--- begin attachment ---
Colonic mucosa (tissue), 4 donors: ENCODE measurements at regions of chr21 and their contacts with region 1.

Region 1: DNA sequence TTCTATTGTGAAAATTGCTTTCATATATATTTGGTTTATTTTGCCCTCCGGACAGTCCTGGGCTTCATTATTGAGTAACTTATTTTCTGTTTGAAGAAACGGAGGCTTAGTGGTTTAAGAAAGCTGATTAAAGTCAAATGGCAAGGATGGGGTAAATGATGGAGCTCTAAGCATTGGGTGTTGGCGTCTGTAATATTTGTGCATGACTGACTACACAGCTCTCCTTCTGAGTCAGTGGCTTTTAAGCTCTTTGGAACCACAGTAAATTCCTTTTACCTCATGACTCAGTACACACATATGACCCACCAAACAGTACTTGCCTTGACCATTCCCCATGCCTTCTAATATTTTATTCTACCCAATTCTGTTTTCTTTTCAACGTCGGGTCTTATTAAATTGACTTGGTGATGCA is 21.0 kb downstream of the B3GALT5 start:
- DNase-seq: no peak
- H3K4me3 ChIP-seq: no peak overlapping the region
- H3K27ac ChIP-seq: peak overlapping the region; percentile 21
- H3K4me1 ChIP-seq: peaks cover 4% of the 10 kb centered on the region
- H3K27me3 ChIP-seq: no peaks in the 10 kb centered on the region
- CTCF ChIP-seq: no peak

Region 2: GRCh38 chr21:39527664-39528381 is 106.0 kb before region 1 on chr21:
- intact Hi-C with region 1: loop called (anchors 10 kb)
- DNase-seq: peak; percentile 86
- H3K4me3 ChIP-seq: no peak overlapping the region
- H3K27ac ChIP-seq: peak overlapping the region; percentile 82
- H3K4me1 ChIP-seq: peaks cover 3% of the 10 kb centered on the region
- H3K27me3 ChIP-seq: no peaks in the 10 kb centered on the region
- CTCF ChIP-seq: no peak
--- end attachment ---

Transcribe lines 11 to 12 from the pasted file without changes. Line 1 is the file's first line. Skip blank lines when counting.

- DNase-seq: peak; percentile 86
- H3K4me3 ChIP-seq: no peak overlapping the region